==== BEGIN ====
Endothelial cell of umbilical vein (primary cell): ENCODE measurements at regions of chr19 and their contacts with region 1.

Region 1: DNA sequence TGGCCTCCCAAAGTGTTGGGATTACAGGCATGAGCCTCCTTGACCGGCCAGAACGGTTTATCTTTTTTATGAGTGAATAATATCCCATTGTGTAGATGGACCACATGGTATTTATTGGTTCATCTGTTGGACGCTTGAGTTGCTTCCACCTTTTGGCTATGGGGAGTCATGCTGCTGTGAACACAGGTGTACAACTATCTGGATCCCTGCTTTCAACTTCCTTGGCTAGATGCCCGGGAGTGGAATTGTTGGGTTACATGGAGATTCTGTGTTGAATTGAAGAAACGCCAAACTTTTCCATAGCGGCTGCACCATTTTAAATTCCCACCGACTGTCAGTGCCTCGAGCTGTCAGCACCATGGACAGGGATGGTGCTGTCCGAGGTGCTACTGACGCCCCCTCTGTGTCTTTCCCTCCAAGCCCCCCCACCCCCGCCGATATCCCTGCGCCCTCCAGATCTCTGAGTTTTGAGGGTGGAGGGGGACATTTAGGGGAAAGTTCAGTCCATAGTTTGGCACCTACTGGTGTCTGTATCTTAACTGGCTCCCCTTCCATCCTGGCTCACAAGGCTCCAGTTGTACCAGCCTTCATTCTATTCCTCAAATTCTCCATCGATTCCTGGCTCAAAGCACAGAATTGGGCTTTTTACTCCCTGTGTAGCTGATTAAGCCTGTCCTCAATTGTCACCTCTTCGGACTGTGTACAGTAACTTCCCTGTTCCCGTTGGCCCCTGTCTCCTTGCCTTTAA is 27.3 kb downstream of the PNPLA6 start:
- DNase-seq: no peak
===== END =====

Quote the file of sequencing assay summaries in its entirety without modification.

Endothelial cell of umbilical vein (primary cell): ENCODE measurements at regions of chr19 and their contacts with region 1.

Region 1: DNA sequence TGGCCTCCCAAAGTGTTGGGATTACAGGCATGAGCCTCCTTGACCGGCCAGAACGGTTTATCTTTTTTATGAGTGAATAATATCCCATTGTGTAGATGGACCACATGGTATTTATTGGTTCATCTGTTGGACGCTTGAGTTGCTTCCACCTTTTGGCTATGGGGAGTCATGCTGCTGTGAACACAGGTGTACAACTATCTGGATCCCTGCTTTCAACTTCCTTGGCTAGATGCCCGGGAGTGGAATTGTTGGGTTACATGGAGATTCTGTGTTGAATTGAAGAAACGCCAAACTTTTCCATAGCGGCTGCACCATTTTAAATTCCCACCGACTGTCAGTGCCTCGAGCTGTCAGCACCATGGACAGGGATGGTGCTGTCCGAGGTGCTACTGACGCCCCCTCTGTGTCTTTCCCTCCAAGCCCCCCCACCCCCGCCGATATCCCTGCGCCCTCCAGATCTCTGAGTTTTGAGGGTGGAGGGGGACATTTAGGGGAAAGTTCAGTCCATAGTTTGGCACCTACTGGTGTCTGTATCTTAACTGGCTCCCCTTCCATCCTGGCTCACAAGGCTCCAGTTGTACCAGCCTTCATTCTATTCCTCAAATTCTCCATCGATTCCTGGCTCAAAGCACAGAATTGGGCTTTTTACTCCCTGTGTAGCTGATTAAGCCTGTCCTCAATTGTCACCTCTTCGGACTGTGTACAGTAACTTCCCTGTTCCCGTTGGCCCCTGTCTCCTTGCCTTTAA is 27.3 kb downstream of the PNPLA6 start:
- DNase-seq: no peak